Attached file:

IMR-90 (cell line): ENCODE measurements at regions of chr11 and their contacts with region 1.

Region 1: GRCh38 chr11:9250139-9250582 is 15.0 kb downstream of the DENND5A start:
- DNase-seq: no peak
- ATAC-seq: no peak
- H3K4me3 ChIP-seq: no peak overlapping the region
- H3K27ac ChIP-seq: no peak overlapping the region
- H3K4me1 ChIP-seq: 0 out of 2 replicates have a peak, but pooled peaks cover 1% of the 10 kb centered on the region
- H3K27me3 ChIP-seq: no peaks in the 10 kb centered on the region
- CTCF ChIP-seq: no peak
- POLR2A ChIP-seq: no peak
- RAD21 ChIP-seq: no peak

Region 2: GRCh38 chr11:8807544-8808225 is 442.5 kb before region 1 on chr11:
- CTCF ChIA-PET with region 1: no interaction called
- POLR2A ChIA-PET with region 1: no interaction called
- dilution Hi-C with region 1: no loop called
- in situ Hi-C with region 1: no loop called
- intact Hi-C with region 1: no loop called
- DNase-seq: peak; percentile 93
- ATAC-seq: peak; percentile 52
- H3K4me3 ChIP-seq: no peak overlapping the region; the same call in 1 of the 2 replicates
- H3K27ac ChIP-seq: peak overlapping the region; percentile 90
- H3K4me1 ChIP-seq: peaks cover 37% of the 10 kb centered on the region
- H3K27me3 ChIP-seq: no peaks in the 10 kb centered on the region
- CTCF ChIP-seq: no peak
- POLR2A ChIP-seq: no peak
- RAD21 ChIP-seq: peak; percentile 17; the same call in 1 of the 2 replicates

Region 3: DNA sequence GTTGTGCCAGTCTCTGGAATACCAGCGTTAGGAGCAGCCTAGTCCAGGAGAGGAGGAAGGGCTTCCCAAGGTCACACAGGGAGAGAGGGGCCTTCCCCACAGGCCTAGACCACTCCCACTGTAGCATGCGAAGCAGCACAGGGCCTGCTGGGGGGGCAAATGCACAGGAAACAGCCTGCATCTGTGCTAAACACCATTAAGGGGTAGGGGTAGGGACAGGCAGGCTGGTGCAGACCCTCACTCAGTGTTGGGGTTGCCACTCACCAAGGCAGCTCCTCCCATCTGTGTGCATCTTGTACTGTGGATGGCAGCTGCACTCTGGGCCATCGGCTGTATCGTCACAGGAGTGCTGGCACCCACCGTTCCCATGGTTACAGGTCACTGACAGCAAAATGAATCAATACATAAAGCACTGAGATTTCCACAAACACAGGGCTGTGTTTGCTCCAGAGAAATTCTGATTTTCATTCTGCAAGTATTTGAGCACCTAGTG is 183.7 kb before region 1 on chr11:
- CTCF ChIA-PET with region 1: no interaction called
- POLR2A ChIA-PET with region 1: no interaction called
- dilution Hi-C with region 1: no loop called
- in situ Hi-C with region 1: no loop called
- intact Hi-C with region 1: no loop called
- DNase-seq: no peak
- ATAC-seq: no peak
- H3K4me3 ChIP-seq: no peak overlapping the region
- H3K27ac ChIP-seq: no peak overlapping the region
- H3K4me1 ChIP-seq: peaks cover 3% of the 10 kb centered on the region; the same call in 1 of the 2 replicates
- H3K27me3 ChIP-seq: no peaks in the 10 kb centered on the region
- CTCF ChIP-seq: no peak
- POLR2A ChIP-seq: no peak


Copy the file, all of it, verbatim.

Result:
IMR-90 (cell line): ENCODE measurements at regions of chr11 and their contacts with region 1.

Region 1: GRCh38 chr11:9250139-9250582 is 15.0 kb downstream of the DENND5A start:
- DNase-seq: no peak
- ATAC-seq: no peak
- H3K4me3 ChIP-seq: no peak overlapping the region
- H3K27ac ChIP-seq: no peak overlapping the region
- H3K4me1 ChIP-seq: 0 out of 2 replicates have a peak, but pooled peaks cover 1% of the 10 kb centered on the region
- H3K27me3 ChIP-seq: no peaks in the 10 kb centered on the region
- CTCF ChIP-seq: no peak
- POLR2A ChIP-seq: no peak
- RAD21 ChIP-seq: no peak

Region 2: GRCh38 chr11:8807544-8808225 is 442.5 kb before region 1 on chr11:
- CTCF ChIA-PET with region 1: no interaction called
- POLR2A ChIA-PET with region 1: no interaction called
- dilution Hi-C with region 1: no loop called
- in situ Hi-C with region 1: no loop called
- intact Hi-C with region 1: no loop called
- DNase-seq: peak; percentile 93
- ATAC-seq: peak; percentile 52
- H3K4me3 ChIP-seq: no peak overlapping the region; the same call in 1 of the 2 replicates
- H3K27ac ChIP-seq: peak overlapping the region; percentile 90
- H3K4me1 ChIP-seq: peaks cover 37% of the 10 kb centered on the region
- H3K27me3 ChIP-seq: no peaks in the 10 kb centered on the region
- CTCF ChIP-seq: no peak
- POLR2A ChIP-seq: no peak
- RAD21 ChIP-seq: peak; percentile 17; the same call in 1 of the 2 replicates

Region 3: DNA sequence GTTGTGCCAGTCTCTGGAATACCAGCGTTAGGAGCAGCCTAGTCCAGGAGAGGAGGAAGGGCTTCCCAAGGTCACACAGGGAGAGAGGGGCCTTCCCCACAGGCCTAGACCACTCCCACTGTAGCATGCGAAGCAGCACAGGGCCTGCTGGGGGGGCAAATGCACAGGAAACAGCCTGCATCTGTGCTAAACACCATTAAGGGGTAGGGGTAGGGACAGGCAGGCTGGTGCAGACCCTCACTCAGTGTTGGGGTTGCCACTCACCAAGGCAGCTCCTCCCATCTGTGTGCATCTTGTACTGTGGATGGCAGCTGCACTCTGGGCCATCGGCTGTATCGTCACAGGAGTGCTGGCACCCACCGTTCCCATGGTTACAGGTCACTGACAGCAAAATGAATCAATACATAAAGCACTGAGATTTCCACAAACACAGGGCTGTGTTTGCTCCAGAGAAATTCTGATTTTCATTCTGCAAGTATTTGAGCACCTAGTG is 183.7 kb before region 1 on chr11:
- CTCF ChIA-PET with region 1: no interaction called
- POLR2A ChIA-PET with region 1: no interaction called
- dilution Hi-C with region 1: no loop called
- in situ Hi-C with region 1: no loop called
- intact Hi-C with region 1: no loop called
- DNase-seq: no peak
- ATAC-seq: no peak
- H3K4me3 ChIP-seq: no peak overlapping the region
- H3K27ac ChIP-seq: no peak overlapping the region
- H3K4me1 ChIP-seq: peaks cover 3% of the 10 kb centered on the region; the same call in 1 of the 2 replicates
- H3K27me3 ChIP-seq: no peaks in the 10 kb centered on the region
- CTCF ChIP-seq: no peak
- POLR2A ChIP-seq: no peak